Tonto Crape Myrtle
Tonto Crape Myrtle
Lagerstroemia (indica x fauriei) 'Tonto'Item #5635 USDA Hardiness Zone: 6 - 9
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Large clusters of soft-textured fuchsia-red blooms on a semi-dwarf form. Foliage turns a luscious orange-red in fall for exquisite cool season color. Smooth, colorful peeling bark adds year-round interest. Resists mildew, and is heat and drought tolerant. Excellent choice for landscape accent or container specimen. Deciduous.
- OverviewLight Needs:Full sunWatering Needs:Once established, needs only occasional watering.Average Landscape Size:Fast-growing, multi-stemmed shrub 8 ft. tall and wide.
- DetailDeciduous/evergreen:DeciduousSunset climate zones:7 - 10, 12 - 14, 18 - 21Growth rate:FastAverage landscape size:Fast-growing, multi-stemmed shrub 8 ft. tall and wide.Special features:Attractive Bark, Attracts Butterflies, Easy Care, Fall Color, Improved Disease Resistance, WaterwiseFoliage color:GreenBlooms:SummerFlower color:Purplish-pinkFlower attributesShowy FlowersDesign IdeasThe reduced stature of this multi-branched shrub or small tree is perfectly scaled for smaller residential gardens. Feature in large containers as a patio or entry focal point. Good disease resistance ensures attractive foliage and abundant flowering with little care, making it well suited for mass planting in large-scale beds or as an informal hedge. Plant near pathways where the handsome, exfoliating trunk can lend interesting texture and appeal, especially during the dormant winter months.Companion PlantsIndian Hawthorn (Rhaphiolepis); Lilyturf (Liriope); Mexican Heather (Cuphea); Agapanthus (Agapanthus); Daylily (Hemerocallis)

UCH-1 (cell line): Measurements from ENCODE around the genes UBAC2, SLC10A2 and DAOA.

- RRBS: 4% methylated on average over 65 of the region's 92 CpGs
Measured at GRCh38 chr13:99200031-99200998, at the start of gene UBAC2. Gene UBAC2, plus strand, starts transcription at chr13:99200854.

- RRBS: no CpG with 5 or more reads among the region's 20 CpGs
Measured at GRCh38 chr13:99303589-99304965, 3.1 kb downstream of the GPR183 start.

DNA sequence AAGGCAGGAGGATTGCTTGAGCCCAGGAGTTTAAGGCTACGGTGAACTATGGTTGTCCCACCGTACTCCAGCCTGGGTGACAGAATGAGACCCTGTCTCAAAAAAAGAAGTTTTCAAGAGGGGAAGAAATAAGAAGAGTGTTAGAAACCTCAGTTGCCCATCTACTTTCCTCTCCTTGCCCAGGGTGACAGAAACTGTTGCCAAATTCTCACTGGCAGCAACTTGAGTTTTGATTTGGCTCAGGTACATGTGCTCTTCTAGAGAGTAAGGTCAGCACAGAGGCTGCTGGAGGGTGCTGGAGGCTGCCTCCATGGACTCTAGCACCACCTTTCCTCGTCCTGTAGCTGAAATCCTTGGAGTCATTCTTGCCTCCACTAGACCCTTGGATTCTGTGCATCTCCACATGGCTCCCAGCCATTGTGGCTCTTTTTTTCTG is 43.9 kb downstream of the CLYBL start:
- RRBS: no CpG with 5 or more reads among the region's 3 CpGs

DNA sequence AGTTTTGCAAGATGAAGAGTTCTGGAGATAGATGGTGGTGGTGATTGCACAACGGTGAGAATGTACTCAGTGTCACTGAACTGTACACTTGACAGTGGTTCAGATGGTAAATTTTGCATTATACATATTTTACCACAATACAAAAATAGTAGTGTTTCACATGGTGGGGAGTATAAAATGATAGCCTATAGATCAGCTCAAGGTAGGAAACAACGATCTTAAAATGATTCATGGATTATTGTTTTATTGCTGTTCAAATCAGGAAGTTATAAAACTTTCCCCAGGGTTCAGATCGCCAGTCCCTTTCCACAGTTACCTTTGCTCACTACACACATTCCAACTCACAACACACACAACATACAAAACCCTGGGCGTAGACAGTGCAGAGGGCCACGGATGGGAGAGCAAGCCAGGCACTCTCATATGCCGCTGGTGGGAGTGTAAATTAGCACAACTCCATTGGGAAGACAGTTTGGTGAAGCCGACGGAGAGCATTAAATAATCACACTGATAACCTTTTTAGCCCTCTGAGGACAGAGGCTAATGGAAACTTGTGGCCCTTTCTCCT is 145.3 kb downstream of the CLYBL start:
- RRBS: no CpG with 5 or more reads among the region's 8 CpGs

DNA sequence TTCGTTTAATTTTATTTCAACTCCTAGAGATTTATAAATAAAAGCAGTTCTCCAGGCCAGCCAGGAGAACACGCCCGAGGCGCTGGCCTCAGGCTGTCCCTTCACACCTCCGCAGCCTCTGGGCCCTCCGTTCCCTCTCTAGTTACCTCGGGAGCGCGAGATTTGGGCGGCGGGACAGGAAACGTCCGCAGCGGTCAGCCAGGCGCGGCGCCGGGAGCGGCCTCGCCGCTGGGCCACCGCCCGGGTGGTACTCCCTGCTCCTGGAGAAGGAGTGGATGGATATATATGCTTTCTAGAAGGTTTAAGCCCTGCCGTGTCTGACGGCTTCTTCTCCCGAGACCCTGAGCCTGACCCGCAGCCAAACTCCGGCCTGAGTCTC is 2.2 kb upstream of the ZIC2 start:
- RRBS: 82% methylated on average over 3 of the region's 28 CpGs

- CareCare InformationFollow a regular watering schedule during the first growing season to establish a deep, extensive root system. Feed with a general purpose fertilizer before new growth begins in spring. Thin young trees in late winter to early spring. Remove spent flower heads in summer to promote re-bloom.Light Needs:Full sunWatering Needs:Once established, needs only occasional watering.
- History & LoreHistory:In 1959, Dr. Donald Egolf began a program at the U.S. National Arboretum to develop disease resistance, hardiness, true flower color, recurrent flowering, and both shrub and tree type growth habits in Crape Myrtles. Germplasm of Lagerstroemia fauriei was collected in Japan by Dr. John Creech and distributed to the arboretum. This was discovered to be resistant to powdery mildew and to possess a unique, heritable, dark brown trunk color. L. fauriei was incorporated into the research program with great success. Twenty-seven cultivars have been released, 20 of which are L. indica x L. fauriei hybrids. The successful hybridization of Lagerstroemia indica with Lagerstroemia fauriei revolutionized the development of Crape Myrtle. In addition to field resistance to powdery mildew, the hybrids provide new trunk colors that in the future may be sought as much as the brilliant flowers. 'Tonto' was introduced in 1990 and is noted for its resistance to leaf spot and powdery mildew.